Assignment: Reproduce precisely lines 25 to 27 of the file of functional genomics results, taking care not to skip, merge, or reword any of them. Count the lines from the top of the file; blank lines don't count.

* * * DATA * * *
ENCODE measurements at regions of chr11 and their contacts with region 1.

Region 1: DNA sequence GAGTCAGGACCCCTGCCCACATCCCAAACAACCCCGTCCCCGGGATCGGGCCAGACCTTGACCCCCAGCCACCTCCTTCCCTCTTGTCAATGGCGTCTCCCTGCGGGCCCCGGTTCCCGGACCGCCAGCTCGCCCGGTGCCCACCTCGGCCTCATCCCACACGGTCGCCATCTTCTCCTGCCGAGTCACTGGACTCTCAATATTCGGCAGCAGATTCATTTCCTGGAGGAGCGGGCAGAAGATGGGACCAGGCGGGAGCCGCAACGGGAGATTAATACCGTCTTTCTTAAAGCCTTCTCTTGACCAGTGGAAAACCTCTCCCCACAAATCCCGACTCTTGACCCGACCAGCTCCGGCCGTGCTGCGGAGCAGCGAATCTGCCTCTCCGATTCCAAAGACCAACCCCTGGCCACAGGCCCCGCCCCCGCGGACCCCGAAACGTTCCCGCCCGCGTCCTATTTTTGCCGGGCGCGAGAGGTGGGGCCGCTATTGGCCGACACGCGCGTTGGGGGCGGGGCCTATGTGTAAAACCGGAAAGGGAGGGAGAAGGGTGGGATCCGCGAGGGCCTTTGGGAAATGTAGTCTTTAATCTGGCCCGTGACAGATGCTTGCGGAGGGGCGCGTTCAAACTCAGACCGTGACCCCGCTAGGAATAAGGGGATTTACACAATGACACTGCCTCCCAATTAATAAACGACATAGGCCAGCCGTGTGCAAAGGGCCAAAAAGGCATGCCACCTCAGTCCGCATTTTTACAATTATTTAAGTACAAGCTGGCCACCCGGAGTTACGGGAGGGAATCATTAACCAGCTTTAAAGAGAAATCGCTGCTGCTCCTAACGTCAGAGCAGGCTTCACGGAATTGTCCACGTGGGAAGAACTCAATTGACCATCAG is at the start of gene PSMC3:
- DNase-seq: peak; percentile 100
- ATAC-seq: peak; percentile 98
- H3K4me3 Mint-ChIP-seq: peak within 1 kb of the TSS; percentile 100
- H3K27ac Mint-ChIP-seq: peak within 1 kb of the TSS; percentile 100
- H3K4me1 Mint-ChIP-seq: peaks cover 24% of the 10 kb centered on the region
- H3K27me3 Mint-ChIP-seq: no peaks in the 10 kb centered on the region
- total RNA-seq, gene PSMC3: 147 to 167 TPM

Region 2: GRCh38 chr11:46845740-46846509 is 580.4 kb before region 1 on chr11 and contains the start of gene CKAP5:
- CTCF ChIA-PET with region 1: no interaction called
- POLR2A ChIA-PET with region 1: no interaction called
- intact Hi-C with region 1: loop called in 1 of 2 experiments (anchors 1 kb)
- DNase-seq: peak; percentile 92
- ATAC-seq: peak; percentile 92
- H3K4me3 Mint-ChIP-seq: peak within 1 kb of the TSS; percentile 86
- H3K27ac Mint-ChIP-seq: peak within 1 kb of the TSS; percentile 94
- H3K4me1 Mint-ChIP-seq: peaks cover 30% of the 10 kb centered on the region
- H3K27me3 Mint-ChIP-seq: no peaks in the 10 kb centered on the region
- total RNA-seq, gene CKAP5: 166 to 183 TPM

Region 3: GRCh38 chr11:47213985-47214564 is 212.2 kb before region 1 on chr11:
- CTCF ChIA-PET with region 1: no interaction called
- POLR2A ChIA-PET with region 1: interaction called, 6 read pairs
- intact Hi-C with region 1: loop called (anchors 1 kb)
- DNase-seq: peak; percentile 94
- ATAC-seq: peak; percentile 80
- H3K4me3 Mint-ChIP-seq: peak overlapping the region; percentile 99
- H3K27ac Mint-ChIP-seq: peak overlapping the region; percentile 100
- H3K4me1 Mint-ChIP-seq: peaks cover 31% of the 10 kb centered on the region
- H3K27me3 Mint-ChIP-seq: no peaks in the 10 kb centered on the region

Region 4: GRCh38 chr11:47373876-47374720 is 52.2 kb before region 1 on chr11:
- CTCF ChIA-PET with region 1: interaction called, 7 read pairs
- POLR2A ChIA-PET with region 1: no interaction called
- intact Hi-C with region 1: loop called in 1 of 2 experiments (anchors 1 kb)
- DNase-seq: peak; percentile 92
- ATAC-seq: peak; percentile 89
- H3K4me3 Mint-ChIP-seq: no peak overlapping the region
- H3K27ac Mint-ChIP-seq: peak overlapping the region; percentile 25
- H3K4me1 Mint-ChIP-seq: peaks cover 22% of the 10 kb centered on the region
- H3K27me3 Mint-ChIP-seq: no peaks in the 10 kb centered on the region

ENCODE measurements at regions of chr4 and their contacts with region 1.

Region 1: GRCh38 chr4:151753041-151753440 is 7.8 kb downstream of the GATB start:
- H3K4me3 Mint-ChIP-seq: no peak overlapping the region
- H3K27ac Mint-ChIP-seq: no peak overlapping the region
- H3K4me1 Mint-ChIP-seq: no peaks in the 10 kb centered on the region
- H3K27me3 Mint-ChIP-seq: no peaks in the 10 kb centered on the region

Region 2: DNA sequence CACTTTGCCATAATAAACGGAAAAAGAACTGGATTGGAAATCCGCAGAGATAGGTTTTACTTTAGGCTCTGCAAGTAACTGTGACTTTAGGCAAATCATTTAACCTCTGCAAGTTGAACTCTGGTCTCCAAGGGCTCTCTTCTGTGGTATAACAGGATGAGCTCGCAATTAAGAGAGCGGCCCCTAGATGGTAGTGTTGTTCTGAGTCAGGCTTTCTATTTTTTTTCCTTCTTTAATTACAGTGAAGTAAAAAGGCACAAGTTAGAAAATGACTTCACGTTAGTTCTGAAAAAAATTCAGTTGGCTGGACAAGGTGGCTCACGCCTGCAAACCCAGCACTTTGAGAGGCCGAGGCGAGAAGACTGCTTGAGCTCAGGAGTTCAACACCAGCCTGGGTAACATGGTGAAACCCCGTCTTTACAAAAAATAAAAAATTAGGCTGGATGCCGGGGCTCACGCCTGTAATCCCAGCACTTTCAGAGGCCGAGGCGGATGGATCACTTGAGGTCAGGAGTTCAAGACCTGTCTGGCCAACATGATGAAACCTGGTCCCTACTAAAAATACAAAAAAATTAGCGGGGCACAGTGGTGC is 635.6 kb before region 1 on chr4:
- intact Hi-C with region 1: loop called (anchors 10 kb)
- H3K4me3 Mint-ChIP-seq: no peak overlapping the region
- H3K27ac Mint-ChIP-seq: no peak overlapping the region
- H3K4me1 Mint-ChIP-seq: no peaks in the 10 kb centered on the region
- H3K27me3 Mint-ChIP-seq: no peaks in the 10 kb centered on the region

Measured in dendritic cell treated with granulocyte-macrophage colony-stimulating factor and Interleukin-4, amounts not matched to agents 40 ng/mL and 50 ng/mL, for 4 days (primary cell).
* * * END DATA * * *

- DNase-seq: peak; percentile 94
- ATAC-seq: peak; percentile 80
- H3K4me3 Mint-ChIP-seq: peak overlapping the region; percentile 99